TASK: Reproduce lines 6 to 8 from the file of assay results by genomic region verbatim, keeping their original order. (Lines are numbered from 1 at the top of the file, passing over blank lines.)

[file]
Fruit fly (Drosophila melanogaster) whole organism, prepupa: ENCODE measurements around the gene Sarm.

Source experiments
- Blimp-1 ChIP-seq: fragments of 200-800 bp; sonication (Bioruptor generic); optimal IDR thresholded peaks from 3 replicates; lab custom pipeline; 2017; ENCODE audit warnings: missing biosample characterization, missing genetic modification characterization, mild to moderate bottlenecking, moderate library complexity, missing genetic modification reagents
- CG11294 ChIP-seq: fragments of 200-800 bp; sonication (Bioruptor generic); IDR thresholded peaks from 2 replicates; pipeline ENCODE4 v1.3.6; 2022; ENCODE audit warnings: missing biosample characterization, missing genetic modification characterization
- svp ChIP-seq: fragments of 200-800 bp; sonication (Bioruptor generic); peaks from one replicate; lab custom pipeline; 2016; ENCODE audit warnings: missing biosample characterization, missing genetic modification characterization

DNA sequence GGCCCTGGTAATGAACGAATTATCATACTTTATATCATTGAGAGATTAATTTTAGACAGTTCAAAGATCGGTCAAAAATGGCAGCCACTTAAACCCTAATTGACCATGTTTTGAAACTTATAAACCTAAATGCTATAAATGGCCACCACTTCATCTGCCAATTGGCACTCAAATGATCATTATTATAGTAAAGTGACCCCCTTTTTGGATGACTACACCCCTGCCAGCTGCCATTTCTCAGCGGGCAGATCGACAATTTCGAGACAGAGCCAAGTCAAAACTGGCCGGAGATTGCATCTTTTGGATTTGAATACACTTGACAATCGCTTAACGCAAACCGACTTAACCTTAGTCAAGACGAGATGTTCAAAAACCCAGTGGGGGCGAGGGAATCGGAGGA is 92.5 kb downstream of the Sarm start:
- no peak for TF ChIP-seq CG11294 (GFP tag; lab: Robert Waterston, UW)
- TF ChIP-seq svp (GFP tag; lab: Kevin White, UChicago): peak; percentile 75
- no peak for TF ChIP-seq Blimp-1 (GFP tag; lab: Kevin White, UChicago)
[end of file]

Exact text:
DNA sequence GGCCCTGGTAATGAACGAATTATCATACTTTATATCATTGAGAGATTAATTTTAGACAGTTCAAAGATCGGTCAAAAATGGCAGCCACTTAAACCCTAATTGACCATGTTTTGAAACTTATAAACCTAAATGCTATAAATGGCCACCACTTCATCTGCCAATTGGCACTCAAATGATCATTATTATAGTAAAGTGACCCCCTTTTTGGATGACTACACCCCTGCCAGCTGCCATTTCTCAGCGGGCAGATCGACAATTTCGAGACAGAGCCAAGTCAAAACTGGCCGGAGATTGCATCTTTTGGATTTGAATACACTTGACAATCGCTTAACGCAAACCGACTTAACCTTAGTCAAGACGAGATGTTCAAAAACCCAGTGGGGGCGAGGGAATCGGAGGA is 92.5 kb downstream of the Sarm start:
- no peak for TF ChIP-seq CG11294 (GFP tag; lab: Robert Waterston, UW)
- TF ChIP-seq svp (GFP tag; lab: Kevin White, UChicago): peak; percentile 75